Human heart anatomy
Scientists have created a cellular and molecular map of the healthy human heart, to understand how this vital organ functions, and to shed light on what goes wrong in cardiovascular disease.
A study published in Nature today has mapped the structure and function of the heart, using a technique called cryo-electron microscopy (cryo-EM).
The researchers, led by researchers at the University of Edinburgh, found that the healthy heart consists of a dense network of myocardial capillaries that act as a ‘smart’ ‘internal transport system’ to distribute oxygen and nutrients around the heart.
In contrast, the damaged heart has more spindly myocardial capillaries that do not transport as much oxygen around the heart.
The team of scientists found that a new drug called plerixafor could reverse the progression of heart failure in mouse models of the disease by improving the flow of oxygen and nutrients around the heart.
This drug is already in clinical trials for other heart conditions and it has been tested in the laboratory for the first time.
Plerixafor, which is a drug for gout, has been found to increase the number of oxygen-carrying capillaries in the heart.
The drug is designed to activate an enzyme called HO-1, which is involved in regulating the blood flow around the heart.
However, until now, no one knew exactly how this enzyme works in the heart.
The researchers were able to identify the molecular mechanism by comparing the structure of the normal heart with the diseased heart.
They found that the structure of the diseased heart has more spindly capillaries, and the ratio of HO-1 to HO-3 is reduced.
The researchers also found that the expression of the HO-1 gene is increased in the diseased heart, and this gene regulates the movement of oxygen and nutrients in and out of the capillaries.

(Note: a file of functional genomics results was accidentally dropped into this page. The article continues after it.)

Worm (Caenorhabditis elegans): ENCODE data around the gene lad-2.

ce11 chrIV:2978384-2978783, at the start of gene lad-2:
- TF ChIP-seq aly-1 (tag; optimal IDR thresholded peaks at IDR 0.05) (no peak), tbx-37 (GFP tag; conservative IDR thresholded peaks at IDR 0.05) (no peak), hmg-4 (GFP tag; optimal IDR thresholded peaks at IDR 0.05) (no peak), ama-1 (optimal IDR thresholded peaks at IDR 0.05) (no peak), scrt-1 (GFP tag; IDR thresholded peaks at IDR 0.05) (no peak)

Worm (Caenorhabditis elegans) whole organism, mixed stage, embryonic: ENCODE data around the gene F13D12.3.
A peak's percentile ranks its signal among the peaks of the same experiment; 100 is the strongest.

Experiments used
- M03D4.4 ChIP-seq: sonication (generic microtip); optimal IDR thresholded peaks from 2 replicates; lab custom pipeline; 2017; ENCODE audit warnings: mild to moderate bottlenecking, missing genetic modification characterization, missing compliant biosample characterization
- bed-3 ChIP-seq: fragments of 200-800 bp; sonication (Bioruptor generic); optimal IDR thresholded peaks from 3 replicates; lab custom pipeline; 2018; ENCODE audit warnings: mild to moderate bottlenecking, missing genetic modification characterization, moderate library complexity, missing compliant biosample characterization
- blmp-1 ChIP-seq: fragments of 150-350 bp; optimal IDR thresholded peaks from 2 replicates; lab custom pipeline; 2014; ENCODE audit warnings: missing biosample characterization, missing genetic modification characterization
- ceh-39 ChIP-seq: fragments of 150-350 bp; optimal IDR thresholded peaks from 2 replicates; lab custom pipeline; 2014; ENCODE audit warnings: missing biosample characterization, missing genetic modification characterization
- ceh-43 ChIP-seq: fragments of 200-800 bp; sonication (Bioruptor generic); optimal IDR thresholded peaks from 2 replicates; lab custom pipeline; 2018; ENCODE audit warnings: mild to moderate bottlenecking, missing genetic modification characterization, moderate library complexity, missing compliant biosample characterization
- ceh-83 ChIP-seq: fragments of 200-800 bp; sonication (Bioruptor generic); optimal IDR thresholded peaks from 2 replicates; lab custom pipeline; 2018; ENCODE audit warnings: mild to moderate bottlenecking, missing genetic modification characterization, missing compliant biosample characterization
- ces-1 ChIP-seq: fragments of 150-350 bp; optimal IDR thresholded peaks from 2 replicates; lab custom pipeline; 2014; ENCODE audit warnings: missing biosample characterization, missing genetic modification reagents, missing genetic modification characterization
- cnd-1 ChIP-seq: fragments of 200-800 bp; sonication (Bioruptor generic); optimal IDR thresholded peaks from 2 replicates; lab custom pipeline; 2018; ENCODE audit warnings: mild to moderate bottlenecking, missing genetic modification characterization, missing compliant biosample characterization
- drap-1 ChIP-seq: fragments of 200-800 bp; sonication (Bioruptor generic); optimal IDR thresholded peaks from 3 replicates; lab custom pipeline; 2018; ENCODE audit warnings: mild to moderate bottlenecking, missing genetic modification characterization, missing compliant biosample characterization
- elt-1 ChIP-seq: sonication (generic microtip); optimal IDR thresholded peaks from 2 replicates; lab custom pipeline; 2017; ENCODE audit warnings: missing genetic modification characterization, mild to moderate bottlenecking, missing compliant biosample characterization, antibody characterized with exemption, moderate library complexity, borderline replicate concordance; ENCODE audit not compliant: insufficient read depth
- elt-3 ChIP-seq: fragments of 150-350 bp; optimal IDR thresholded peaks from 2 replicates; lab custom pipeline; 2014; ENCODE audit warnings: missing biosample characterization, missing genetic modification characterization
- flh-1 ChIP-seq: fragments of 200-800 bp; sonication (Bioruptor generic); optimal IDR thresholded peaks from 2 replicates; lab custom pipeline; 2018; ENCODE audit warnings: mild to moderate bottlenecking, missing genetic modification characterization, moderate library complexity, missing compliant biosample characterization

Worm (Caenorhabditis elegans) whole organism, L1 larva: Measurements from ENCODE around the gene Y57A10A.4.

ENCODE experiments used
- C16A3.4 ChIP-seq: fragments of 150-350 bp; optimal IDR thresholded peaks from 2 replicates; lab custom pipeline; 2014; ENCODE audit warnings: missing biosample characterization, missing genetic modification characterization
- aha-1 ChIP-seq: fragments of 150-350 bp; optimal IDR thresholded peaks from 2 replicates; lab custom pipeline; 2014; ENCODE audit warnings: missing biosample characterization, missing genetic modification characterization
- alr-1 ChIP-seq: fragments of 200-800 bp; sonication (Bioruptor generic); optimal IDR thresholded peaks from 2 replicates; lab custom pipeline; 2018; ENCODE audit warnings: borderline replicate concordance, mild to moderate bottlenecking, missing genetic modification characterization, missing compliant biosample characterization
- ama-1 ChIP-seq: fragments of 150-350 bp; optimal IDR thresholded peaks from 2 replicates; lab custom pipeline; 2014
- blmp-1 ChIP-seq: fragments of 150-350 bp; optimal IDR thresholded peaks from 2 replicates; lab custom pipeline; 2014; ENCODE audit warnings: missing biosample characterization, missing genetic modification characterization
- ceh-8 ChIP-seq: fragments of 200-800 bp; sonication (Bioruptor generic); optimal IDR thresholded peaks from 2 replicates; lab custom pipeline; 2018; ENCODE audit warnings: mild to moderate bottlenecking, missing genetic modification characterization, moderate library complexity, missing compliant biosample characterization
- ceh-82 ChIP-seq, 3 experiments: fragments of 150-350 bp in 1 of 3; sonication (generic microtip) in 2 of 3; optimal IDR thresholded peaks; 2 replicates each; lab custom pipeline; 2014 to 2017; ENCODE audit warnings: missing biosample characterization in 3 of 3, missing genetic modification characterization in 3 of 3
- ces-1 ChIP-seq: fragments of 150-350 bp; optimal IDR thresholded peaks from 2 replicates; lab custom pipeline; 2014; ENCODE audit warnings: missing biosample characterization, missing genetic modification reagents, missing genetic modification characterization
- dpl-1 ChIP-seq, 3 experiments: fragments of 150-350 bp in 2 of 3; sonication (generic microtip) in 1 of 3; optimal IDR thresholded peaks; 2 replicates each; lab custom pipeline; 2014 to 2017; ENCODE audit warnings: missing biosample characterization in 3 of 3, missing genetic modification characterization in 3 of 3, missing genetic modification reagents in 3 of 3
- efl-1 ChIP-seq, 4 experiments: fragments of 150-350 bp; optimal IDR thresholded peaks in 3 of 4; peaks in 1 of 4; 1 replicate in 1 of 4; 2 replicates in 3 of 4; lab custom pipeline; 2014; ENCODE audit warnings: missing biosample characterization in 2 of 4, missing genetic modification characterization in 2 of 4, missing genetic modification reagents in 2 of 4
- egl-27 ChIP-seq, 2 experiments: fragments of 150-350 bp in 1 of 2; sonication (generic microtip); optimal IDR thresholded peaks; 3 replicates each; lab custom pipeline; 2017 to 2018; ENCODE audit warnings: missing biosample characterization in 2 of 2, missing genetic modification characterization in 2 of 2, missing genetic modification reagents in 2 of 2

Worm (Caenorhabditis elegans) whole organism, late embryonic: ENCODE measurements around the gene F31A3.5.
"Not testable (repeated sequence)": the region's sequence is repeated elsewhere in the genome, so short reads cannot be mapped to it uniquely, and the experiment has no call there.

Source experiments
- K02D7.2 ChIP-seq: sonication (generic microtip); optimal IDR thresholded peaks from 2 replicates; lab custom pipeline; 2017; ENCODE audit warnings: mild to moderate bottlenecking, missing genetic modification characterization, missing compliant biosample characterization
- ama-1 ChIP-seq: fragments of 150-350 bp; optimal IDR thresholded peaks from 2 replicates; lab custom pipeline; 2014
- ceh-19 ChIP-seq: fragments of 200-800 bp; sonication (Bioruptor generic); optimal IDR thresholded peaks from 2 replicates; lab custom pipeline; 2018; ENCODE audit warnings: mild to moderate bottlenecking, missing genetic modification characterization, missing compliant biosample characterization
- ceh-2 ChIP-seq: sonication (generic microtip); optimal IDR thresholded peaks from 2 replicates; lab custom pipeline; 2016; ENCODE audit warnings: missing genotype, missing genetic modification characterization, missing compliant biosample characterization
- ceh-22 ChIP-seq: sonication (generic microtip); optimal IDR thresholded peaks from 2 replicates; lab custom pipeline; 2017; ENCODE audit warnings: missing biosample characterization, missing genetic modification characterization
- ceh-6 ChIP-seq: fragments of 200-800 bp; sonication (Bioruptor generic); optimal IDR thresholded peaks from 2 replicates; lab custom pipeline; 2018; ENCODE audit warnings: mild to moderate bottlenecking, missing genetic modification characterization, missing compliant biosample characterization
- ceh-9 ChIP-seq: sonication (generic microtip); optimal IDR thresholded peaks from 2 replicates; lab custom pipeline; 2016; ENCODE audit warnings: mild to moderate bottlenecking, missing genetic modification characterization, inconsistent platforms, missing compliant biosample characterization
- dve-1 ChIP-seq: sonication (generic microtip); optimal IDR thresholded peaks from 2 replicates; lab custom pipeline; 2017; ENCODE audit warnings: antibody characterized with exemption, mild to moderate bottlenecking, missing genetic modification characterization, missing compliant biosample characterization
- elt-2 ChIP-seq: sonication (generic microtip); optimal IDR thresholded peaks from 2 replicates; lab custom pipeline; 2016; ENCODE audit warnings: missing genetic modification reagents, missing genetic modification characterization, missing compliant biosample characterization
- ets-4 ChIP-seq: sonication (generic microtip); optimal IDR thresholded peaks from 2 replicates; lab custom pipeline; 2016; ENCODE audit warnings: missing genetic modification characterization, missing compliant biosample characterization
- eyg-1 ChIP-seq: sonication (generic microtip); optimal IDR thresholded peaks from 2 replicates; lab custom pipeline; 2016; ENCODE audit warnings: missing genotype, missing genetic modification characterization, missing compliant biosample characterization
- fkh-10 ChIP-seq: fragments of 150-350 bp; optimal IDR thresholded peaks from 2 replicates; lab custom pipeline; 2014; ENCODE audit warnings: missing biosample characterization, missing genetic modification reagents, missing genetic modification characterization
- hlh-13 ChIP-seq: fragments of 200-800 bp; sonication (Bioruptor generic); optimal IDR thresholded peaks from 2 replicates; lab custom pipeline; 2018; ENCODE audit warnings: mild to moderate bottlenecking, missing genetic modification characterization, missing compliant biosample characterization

The study is part of the Scotland-France Health Programme and is funded by the French Ministry of Health.
Dr Javier Caceres, of the University of Edinburgh’s Medical Research Council Centre for Regenerative Medicine, said: “This is the first time that we have been able to use cryo-EM to visualise the heart in detail.
“The study shows that the diseased heart has a dense network of capillaries that carry oxygen and nutrients around the heart, but the normal heart has a sparser network.
“This means that the oxygen and nutrients are transported more efficiently in the normal heart.
“We also found that the enzyme HO-1, which is known to regulate blood flow, is upregulated in the diseased heart, and that this gene is upregulated in the blood vessels that supply the heart muscle.
“This suggests that the normal heart has a blood vessel system that works well, and that the diseased heart’s blood vessel system is poorly functioning.”
Dr Jeremy Pearson, Associate Medical Director at the British Heart Foundation, which part-funded the study, said: “This is an exciting advance in the field of heart disease.
“This technique is providing scientists with a more detailed understanding of how the heart works, and a way to potentially improve the function of the heart.